Most people have their mid-life crisis in their forties or fifties, but for a then 26-year old Trevor Pace that was too long to wait. While working in Waterloo as an analog microchip designer he was made aware of a corporate sponsorship of a Formula 1 team and decided to try watching a race. Within a matter of weeks watching one series became watching 30+ different series, everything from touring cars to rally cars – if they turned right it was worth watching. Every single series had one thing in common: almost every driver had started in karts. This fact reminded him of his own childhood. A childhood of being too short to drive the karts at the really sketchy fun-land in rural Nova Scotia. A childhood of watching his older brother get to drive a kart by himself, at a blistering 25km/h. But that would soon change as he ended up competing in over 20 races with the Mosport Kartways Arrive & Drive Series (CRKC) in 2016. For the 2017 season, Trevor joined the Mosport Kartways Scholarship Team in the Rotax/Rok Senior class, getting his first club-level podium in the last race of the year. As preparation for 2018 karting season he competed in all three rounds of the Florida Winter Tour and now for the 2018 Canadian karting season, Trevor has joined with Racing Edge Motorsports.
Trevor Pace has joined CKN as a guest blogger with his “Pace Notes” series providing driver and technical insights for the 2018 Canadian karting season.
If you can only compete in one series this year it has to be the Champion Ron Fellows Karting Challenge (CRFKC).
When I got out of bed at 6:00 am last year to make the drive to Goodwood Kartways for my first CRFKC event I assumed it would be like any other club race; just with a few more people from Mosport Kartways joining in. But when I arrived at the track I was immediately surprised to see that no longer was the paddock a scatter of personal trailers, like neglected boats in the yard of a yacht club. Instead, they were now replaced with clean and shiny tents of varying size and colours; all packed next to each other trying to get as close to as possible to the action. This was clearly not just going to be a regular club race.
Or was it? As someone who performs the dual role of driver and mechanic, I need to manage my time, so the schedule for the day is extremely important. And this schedule didn’t seem that much different than a club race. Sure, the day started 30 minutes earlier than normal, but registration was 15 minutes after the gates opened. The drivers meeting was at 9:30 am, and karts hit the track at 10 am sharp in compliance with the local sound ordinances. In fact, the schedule of on-track sessions for the day was exactly the same as a club race: practice, qualifying, pre-final, and final.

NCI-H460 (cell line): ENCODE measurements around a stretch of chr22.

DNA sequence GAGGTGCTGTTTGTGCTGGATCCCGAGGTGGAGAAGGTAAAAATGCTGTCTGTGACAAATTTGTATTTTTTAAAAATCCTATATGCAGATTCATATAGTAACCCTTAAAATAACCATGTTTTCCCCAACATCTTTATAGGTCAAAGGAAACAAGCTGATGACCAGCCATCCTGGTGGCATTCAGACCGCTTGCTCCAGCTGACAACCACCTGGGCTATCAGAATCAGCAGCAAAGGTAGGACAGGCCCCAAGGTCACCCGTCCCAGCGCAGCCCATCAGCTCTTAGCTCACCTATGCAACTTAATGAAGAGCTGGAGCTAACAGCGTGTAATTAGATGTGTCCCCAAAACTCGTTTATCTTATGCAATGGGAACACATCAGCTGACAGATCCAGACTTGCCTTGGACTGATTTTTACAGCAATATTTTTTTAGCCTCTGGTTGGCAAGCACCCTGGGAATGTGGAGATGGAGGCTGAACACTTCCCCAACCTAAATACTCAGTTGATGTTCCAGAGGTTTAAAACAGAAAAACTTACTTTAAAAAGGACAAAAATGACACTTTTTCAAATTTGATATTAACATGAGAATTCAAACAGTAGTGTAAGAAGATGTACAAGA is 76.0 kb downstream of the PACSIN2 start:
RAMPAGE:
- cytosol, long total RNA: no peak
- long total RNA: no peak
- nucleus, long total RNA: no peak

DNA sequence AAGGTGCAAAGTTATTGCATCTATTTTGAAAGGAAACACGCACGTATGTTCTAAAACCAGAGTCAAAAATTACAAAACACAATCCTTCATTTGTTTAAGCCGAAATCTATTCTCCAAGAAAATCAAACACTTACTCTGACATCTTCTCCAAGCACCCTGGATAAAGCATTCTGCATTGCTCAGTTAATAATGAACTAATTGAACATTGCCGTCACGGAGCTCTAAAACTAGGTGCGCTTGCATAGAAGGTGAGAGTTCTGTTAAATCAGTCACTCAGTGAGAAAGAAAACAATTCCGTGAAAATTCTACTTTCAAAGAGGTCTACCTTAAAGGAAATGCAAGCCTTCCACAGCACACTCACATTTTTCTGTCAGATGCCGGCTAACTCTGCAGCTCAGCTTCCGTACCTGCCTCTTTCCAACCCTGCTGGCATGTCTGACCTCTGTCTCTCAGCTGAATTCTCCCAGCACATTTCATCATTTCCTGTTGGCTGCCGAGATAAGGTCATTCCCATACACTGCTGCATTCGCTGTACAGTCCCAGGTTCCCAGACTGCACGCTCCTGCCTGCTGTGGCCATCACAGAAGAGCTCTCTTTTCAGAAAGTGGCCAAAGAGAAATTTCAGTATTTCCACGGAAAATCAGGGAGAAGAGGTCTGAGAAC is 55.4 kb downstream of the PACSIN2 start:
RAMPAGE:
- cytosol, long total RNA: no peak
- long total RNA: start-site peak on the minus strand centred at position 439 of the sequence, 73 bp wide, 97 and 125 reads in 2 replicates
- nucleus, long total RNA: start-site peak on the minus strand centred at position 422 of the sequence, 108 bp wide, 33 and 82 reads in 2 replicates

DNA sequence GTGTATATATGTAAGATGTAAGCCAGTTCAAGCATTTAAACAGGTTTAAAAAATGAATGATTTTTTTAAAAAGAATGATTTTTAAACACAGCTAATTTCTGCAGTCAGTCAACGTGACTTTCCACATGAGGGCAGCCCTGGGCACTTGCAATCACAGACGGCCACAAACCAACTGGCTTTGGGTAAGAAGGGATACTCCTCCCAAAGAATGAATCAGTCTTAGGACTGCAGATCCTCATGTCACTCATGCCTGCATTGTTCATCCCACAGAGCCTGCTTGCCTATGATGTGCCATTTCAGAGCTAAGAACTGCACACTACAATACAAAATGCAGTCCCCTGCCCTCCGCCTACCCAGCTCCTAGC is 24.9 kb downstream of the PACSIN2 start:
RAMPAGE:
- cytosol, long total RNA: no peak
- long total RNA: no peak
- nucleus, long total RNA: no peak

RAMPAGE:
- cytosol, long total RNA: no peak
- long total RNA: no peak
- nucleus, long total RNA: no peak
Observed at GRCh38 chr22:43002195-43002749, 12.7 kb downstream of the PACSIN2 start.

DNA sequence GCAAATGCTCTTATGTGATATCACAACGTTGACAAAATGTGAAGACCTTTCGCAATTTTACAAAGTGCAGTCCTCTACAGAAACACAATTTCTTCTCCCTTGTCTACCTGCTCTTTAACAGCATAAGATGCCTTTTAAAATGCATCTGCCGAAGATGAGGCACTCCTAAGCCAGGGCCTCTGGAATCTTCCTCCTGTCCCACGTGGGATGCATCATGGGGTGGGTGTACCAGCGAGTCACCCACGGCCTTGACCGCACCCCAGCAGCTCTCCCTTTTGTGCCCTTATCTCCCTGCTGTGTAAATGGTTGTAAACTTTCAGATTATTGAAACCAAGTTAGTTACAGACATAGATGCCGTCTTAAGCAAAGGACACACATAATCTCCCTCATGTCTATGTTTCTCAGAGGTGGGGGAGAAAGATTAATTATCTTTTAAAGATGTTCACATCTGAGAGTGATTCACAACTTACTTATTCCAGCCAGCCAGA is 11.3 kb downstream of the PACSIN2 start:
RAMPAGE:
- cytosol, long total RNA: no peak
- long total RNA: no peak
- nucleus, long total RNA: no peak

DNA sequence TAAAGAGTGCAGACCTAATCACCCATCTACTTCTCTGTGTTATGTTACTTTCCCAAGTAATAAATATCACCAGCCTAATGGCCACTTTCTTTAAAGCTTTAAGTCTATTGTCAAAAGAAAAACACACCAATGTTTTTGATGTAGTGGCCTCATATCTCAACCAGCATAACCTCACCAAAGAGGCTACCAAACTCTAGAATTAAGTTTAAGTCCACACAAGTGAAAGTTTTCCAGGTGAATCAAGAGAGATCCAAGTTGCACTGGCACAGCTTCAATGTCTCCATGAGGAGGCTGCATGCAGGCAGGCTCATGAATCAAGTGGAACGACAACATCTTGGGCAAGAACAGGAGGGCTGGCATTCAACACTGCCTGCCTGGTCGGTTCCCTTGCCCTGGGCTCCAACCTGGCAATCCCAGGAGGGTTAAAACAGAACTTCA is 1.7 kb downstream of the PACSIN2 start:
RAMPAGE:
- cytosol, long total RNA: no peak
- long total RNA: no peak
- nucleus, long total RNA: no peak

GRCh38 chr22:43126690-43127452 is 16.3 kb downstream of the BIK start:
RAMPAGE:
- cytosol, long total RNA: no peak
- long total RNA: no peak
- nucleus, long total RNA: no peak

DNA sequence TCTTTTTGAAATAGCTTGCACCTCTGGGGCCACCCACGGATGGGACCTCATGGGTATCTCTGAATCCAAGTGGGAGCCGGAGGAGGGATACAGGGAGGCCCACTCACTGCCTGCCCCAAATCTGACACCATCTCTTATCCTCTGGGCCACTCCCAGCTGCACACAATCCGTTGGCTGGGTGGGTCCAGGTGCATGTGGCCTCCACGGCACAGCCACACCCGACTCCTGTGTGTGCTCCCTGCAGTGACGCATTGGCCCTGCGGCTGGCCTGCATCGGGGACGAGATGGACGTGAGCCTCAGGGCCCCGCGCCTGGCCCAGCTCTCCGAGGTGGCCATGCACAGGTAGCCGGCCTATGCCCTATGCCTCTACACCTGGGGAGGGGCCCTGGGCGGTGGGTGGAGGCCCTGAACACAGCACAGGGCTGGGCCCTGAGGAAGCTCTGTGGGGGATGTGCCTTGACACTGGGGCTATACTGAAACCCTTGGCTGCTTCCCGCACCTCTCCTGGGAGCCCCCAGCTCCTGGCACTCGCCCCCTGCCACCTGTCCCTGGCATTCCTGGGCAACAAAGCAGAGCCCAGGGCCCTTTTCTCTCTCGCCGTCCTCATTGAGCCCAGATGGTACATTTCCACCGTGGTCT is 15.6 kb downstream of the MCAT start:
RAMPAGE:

So why was there so many team tents if it was just going to be a regular club race?
When I hit the track for the practice session I got the first answer to that question. Not only was there the usual drivers from TRAK and MIKA passing me like I was a human chicane (it was my first season after all). But there was a whole other group of drivers clearly in a league of their own for me to unintentionally impede. Drivers from Hamilton to Ottawa, and everywhere in between.
“…I was a human chicane…”
For many experienced karters, operating on a limited budget, the CRFKC is the perfect balance between cost and competition. Unlike National-level events, where tires are mandatory with registration and the total weekend can add up to between $1000-$5000, the CRFKC events are held on a single-day at tracks drivers are familiar with. You can show up with a used set of tires, pay the registration and just race. The tracks, while they do see some use in the days before the event, are not typically heavily rubbered in so inexperienced drivers will not have to make significant setup changes to “free-up” the kart.
You basically end up with the best of both worlds: tracks that everyone can compete on, at a cost which attracts experienced drivers. Attendance for the events is also probably the highest you will see all season, with more than 30 drivers in the junior/senior Briggs & Stratton classes, and the new Rok engine package looks to have leveled out the playing field and should hopefully attract even more competitors.
To cap it off each event of the four-round CRFKC series in 2017 had a great podium ceremony where prizes were raffled off to drivers, including, but not limited to, sets of tires, a new Briggs & Stratton engine, and registration fees for later events in the season. When specific details for the first event of the 2018 season are released I’m hopeful that we will see something similar!
For the 2018 season, the CRFKC has been expanded to add a fifth event, to be held in early June at the Hamilton Karting Complex, something which I think a lot of people are looking forward to it. It’s always fun to drive a new track and should make it extra challenging for those of us that spend the whole season lapping the same two tracks.
On a personal note, the first round of the CRFKC, to be held May 13th at Goodwood Kartways, will be the first real chance for me to test what I learned from the 2018 Florida Winter Tour against more experienced drivers.
I look forward to seeing you at the track!
– Trevor Pace
For further details and updates on the CRFKC check out the new series website at http://www.kartsportontario.ca.